Alexa, play disco

Not the Amazon virtual assistant – I don’t mean to herald the singularity here – but kids and teenagers called Alexa, as well as their parents, who last year complained to Amazon that their daughters were being bullied.

Not the Amazon virtual assistant – I don’t mean to herald the singularity here – but kids and teenagers called Alexa, as well as their parents, who last year complained to Amazon that their daughters were being bullied.

Some girls go so far as to change their name to make the barrage of jokes – people shouting their name, followed by a command – stop.

One mother said: “It’s identity erasure. The word Alexa has become synonymous with servant or slave. It gives people a licence to treat people with the name Alexa in a subservient manner.”

The story reminded me of something I’ve often wondered about: do you say “please” or “thank you” to your devices?I feel silly even asking the question. I know that Siri doesn’t care if I express my gratitude for the timer he (mine is a male voice) just set for my garlic bread.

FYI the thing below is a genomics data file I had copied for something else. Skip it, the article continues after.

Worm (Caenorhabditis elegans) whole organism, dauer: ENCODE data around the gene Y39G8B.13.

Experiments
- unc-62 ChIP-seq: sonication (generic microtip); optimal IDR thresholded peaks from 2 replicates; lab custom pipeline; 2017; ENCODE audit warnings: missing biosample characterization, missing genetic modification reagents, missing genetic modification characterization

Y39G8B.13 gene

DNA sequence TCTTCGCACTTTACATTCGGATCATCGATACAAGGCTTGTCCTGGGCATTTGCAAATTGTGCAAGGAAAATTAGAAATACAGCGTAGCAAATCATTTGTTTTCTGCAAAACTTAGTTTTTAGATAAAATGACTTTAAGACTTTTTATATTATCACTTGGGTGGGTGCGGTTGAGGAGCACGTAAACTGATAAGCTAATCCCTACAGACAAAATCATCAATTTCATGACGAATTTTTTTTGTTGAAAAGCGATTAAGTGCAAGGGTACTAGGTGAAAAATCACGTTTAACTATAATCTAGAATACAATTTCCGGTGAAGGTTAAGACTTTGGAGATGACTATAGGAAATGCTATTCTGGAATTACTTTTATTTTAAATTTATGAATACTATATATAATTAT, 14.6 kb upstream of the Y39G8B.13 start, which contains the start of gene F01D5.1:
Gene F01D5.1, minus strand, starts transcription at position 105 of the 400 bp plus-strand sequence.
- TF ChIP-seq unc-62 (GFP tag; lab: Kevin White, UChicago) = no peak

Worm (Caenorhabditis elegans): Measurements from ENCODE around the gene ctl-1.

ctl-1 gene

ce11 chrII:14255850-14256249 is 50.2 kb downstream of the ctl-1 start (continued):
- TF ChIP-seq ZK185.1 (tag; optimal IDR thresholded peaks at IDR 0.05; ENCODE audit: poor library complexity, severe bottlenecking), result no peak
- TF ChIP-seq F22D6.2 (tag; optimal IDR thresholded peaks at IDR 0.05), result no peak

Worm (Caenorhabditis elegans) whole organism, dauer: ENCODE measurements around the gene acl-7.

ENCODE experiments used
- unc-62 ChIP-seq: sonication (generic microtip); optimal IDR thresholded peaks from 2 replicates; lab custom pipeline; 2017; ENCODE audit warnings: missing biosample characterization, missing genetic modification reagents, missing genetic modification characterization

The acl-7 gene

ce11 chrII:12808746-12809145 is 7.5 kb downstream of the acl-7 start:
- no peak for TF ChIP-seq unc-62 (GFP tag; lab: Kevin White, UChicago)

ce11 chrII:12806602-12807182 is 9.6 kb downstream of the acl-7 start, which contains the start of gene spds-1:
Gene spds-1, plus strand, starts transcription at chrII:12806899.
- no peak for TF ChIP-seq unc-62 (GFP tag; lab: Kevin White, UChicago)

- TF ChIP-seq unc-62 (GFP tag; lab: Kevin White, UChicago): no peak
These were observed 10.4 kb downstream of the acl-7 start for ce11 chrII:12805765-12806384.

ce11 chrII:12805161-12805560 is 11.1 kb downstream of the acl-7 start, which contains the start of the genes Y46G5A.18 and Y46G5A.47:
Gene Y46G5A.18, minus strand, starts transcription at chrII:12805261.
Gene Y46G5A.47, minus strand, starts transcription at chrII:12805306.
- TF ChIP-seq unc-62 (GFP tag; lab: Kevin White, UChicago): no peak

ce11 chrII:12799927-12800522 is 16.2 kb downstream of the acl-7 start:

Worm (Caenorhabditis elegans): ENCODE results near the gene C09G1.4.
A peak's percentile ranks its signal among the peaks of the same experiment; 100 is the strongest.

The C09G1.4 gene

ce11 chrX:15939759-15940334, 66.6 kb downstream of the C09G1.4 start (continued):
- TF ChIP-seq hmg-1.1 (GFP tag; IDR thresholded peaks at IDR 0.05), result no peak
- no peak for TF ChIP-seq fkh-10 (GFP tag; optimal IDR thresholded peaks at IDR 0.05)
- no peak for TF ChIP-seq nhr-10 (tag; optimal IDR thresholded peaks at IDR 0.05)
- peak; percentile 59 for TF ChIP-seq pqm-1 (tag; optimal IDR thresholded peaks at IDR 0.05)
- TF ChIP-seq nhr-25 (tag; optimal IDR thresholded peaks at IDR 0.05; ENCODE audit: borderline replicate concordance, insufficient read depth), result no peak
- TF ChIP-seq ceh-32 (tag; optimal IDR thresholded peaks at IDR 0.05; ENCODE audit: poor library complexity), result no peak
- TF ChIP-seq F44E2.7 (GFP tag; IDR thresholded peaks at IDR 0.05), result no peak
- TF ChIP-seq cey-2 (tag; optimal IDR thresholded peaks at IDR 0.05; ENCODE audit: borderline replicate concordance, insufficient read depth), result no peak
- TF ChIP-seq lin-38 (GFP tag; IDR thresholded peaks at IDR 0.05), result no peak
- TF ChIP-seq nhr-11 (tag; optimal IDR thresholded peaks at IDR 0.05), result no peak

But while Amazon’s Alexa and her ilk are indifferent (for now?) to how we treat them, the more we interact with them in a human-like way, surely the more important it is that we treat them humanely.

For our sake, rather than for theirs: history, and the way flesh-and-blood Alexas are being treated, testify to how intoxicating we humans find power to be, with what absurd ease we learn the lesson of dehumanising others.

If we stand in somewhat godlike relation to our “creation” – our tech – what kind of deity do we find ourselves becoming?

The God of the Bible is described as a shepherd, a parent, a just and merciful judge to his creatures. The (human) Alexas might accuse us of taking a more Graeco-Roman line – capricious and egoistic, and seeing what is “below” us as merely a means to an end.